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Please use this identifier to cite or link to this item: http://hdl.handle.net/1903/12467

Title: A Comparison of the Inhibition of Nucleocytoplasmic Trafficking by Viral Effectors from Cardioviruses and Rhinoviruses
Authors: Okafor, Obiageri
Advisors: Palmenberg, Ann
Basta, Holly
Type: Article
Keywords: Cardioviruses
Human rhinovirus
Nuclear efflux
Issue Date: 2011
Citation: The University of Maryland McNair Scholars Undergraduate Research Journal, Vol. 3, 2011: 170-173.
Abstract: Cardioviruses and Enteroviruses of the Picornaviridae family exhibit similar infections. Viruses from the two genera inhibit nuclear import/export through the nuclear pore complex (NPC), a channel between the cytoplasm and nucleus. However, the diseases caused by viruses within these two genera vary in severity. Encephalomyocarditis virus (EMCV), a cardiovirus, uses a small potent protein called Leader (L) to inhibit trafficking through the NPC, thereby causing encephalitis in pigs and other animals. Human rhinovirus (HRV), an enterovirus, uses a protease, 2A, to inhibit trafficking through the nuclear pore and infection is associated with the common cold. It is unknown why cardioviruses and enteroviruses cause diseases of varying severity. In addition, little information is known about whether the mechanism of these viruses’ toxic proteins in inhibiting nuclear transport through the NPC, may correlate with the severity variation of the disease phenotypes of these viruses. To test this, we would compare the rates of nuclear efflux by three different Cardioviruses and three serotypes of HRV. Molecular techniques would be used to clone and express recombinant L proteins of the cardioviruses. Both nuclear efflux and nuclear import assays would be performed using recombinant green fluorescent protein (GFP) to track infection in HeLa cells for the effects of either L protein or 2A protease. This is done to determine the extent of inhibition of nuclear trafficking at the NPC. Knowledge of the kinetics between cardioviruses and HRV could hint at the different pathogenicities of these viruses. Also, it could add to our understanding of whether the genotype of a virus can infer the phenotype of the disease it causes.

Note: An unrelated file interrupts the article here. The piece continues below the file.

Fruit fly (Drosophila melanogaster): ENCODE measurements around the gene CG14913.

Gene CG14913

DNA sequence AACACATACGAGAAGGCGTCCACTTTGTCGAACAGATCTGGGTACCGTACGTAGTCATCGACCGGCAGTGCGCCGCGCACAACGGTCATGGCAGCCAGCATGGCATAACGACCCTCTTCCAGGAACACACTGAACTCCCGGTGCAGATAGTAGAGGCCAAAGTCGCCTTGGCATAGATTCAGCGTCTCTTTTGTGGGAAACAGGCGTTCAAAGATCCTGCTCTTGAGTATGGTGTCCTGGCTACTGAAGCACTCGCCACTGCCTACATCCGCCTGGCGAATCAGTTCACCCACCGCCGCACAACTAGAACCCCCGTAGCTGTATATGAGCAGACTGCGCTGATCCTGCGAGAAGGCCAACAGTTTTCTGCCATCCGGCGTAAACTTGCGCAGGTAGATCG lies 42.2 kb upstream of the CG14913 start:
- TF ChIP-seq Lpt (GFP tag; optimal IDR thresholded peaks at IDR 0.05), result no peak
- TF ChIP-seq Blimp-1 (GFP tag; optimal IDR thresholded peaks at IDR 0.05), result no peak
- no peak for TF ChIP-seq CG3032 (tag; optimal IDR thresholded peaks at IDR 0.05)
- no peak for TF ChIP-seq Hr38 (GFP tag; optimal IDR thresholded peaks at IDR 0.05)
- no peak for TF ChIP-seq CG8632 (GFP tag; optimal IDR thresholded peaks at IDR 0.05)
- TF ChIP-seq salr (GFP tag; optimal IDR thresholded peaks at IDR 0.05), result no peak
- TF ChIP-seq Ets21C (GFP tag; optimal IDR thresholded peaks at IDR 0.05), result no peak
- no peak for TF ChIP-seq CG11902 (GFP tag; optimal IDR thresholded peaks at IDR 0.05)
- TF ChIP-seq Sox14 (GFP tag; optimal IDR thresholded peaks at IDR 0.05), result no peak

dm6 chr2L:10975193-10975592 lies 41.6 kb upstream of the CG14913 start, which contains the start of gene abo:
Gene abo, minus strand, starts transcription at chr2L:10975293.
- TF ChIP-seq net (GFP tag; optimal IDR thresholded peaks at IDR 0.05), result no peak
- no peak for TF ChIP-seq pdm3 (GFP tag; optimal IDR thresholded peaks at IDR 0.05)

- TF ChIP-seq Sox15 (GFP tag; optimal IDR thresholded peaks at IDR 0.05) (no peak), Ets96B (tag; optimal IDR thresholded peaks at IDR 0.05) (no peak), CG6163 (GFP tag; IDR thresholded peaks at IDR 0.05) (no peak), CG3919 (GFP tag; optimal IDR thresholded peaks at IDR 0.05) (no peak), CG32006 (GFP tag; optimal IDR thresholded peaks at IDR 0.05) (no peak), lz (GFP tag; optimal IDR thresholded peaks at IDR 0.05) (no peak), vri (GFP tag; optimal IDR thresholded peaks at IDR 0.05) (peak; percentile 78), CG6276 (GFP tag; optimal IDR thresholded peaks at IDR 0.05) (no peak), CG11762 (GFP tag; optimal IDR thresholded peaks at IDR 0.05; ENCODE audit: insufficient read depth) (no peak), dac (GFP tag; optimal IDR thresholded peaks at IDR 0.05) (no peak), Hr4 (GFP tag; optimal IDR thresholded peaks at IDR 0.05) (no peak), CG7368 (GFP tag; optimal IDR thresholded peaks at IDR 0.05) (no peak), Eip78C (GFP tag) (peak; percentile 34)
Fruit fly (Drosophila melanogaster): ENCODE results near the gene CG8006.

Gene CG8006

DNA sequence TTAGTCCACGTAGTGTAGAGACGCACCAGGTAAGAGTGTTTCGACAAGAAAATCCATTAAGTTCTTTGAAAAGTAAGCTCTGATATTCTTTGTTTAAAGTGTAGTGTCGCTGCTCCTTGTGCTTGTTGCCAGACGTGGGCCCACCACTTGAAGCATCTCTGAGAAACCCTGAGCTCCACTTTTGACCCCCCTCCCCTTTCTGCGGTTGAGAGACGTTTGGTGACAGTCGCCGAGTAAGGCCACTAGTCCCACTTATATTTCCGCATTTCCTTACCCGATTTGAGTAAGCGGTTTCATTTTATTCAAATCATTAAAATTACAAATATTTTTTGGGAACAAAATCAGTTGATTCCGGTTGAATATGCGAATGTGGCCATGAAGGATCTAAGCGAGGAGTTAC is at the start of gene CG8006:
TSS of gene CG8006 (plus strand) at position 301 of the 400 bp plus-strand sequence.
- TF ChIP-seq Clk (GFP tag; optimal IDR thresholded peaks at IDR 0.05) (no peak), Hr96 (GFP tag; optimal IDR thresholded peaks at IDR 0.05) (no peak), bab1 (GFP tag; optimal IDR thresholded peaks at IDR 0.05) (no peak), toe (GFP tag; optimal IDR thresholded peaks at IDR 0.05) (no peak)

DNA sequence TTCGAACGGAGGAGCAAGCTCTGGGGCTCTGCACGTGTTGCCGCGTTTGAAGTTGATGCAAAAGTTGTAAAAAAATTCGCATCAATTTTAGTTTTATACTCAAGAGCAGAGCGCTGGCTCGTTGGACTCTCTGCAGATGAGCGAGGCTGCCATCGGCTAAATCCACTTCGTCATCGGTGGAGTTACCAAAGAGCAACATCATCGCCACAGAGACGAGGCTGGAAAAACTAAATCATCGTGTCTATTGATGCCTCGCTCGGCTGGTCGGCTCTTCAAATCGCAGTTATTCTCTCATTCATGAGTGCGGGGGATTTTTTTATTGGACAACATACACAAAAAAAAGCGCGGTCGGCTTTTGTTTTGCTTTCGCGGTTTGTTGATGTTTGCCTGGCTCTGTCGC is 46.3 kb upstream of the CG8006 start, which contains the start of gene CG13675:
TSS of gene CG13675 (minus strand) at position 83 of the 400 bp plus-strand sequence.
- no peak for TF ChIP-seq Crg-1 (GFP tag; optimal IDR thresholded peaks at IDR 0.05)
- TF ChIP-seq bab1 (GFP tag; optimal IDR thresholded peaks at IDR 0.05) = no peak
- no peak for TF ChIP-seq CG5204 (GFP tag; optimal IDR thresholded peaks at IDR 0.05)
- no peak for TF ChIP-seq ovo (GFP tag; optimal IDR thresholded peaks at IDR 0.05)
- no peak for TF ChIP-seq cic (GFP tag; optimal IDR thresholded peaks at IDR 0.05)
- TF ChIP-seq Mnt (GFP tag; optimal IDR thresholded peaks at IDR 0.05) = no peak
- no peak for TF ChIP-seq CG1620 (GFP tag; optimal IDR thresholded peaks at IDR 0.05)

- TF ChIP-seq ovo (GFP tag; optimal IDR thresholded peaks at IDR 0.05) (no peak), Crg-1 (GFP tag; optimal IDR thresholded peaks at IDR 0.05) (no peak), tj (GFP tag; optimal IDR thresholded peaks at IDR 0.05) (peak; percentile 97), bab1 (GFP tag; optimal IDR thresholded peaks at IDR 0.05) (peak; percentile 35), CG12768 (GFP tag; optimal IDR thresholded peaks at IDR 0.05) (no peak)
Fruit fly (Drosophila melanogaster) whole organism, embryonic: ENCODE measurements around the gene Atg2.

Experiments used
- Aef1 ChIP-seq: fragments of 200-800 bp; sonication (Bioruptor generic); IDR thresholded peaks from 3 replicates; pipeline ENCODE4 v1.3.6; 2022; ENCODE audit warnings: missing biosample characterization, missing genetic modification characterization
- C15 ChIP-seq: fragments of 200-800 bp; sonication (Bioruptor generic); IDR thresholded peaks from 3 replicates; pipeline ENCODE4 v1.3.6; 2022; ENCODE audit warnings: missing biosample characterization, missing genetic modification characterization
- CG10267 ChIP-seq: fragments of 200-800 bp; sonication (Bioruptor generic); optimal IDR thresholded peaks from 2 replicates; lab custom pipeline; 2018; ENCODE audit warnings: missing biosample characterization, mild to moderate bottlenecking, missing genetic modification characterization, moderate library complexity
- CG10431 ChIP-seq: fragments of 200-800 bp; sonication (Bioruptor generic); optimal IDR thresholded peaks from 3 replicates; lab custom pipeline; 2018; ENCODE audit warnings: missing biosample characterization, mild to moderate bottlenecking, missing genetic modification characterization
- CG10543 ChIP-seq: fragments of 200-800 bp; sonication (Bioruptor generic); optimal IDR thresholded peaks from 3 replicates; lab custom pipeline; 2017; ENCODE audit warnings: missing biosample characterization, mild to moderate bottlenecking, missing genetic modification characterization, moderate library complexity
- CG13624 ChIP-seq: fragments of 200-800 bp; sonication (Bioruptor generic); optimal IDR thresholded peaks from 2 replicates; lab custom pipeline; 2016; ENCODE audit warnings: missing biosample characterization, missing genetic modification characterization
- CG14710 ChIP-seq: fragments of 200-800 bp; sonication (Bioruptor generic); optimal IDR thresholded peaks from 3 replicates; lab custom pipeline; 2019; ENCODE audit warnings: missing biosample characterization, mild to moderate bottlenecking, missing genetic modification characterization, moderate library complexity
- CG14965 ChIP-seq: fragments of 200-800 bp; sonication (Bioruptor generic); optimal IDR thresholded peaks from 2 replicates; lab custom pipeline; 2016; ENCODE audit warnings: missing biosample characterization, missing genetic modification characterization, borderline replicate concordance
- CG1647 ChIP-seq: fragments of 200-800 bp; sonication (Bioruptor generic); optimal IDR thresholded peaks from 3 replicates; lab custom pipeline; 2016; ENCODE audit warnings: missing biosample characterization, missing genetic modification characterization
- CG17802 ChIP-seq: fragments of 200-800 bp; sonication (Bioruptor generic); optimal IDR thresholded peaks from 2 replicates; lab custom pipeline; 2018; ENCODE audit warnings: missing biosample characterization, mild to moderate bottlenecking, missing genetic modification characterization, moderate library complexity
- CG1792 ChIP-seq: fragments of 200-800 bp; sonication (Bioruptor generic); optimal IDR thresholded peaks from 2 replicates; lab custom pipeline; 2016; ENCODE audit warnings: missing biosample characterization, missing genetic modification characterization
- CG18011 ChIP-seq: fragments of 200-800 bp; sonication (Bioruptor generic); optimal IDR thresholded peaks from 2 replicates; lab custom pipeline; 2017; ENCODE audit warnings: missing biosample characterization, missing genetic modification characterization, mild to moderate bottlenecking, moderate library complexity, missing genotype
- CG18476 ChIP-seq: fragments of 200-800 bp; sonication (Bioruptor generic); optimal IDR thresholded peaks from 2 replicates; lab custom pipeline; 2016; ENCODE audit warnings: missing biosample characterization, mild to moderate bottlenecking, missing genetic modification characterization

URI: http://hdl.handle.net/1903/12467
Appears in Collections:McNair Scholars Undergraduate Research Journal, 2011, Vol. 3

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